I hated leaving that last drawing post on such a half-hearted, leaning-towards-negative vibe, especially after you guys have been so encouraging and supportive. This week's classes were actually more fun and I was much happier with the results.
Both long poses were sitting, which I don't enjoy as much as reclining because there just isn't as much room for variety. What was interesting was that Monday we had a very fair-skinned female and from my position in the room she was mostly in light; not much shadow to put in. Then Wednesday we had a very dark-skinned male (exciting to finally have some dark skin to work from!), who had a lot of shadow from my position. My teacher's been urging me to not be afraid of working my charcoal so that I get some really dark areas, and I had a chance to really play with that Wed. Unfortunately, it also made it much more difficult to remove that when I wanted to lighten it up - and this is why I should have used white Conté crayon instead of just my eraser. I haven't really used the white Conté much, so that idea didn't really hit me till after I was done!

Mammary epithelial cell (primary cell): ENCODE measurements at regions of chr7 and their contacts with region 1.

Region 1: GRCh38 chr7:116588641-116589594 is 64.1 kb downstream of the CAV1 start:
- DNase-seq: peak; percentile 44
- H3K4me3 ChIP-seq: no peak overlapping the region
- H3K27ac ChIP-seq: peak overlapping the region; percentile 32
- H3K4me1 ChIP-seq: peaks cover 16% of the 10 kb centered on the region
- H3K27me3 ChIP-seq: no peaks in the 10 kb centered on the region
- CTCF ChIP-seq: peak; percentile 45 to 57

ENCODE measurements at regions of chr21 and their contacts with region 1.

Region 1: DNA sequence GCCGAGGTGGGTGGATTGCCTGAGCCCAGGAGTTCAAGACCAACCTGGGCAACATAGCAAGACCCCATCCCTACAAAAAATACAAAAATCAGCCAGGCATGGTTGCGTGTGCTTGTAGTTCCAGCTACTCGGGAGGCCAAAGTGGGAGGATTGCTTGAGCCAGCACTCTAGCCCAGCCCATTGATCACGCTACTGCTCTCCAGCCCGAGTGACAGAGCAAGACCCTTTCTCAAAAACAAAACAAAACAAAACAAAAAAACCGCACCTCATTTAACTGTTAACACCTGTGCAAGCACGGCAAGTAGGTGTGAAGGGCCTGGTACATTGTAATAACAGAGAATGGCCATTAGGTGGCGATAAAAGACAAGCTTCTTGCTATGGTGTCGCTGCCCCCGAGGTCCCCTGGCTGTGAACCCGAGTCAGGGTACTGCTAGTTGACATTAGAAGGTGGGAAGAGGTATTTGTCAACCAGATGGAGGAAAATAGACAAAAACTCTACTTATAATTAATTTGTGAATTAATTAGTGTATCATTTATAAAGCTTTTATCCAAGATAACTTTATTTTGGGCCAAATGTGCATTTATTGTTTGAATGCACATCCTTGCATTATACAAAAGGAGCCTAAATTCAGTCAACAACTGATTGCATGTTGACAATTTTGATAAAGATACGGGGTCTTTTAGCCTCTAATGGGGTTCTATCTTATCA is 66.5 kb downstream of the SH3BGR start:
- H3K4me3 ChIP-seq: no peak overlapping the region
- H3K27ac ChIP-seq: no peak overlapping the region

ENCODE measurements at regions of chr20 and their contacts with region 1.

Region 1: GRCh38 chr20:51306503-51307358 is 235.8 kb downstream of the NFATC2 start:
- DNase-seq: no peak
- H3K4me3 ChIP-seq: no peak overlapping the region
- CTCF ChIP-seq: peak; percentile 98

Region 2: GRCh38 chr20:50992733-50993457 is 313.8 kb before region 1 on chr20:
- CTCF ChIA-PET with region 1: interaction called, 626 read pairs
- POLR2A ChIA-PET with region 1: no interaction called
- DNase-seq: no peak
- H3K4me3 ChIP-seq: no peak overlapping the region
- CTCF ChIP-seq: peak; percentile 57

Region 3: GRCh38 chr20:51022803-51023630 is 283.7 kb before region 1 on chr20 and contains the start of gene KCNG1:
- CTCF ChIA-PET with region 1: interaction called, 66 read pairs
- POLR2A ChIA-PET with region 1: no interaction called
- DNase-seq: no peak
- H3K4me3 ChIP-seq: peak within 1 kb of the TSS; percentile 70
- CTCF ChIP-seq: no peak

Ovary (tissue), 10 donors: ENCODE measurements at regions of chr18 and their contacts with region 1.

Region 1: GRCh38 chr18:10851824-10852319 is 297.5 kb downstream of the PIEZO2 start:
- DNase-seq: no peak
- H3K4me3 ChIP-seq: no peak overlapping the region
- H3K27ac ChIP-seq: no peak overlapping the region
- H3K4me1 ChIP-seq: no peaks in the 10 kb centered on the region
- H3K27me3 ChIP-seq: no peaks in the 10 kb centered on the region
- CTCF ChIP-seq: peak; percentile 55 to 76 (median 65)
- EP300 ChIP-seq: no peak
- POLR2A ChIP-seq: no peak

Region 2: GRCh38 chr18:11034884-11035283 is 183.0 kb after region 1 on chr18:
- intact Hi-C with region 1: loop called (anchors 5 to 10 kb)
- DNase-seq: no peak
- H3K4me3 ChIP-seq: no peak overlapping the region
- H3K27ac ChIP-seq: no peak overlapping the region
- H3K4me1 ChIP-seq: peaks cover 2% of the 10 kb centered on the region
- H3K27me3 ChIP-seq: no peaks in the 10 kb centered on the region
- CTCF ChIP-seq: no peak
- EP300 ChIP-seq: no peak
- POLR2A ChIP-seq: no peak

As usual, there are parts of each drawing that I like, and parts that I would love to change. Of course, making changes without the model there is ill-advised, as it's much more difficult to make something up that actually flows with the rest of the pose (and my anatomy knowledge is certainly better, but not that strong!). Therefore, that weird shading on Alice's right arm, and the lack of a face on Dr. Crow will have to stand as a reminder to work a little faster next time!
And I know I'm hard on myself, but my teacher is hard as well. For our midterm, we had to turn in 15 drawings from the classes we'd had to that point (4 gesture drawings, the rest a mix of medium-length and long poses). The one thing he really wanted me to work on was my shading. At least my teacher agrees with me on my strengths and weaknesses! He also pointed out to me, though, how much progress I've made since Spring semester. That is exciting to see, and I think, just as in spring, that the second half of the class I'll progress even further. I'm happy to say that the initial drawing of the long pose doesn't take me nearly as long as it used to. That means more time to concentrate on shading, which means more value differences and more time to work the details. Proportion and perspective are a lot more intuitive to me now than they were before. And let me tell you, it makes it so much more fun to then work the pose, instead of worrying about a leg being too long, or the head being too small. But, if it kills me, I'm going to get better at hands and feet this semester!!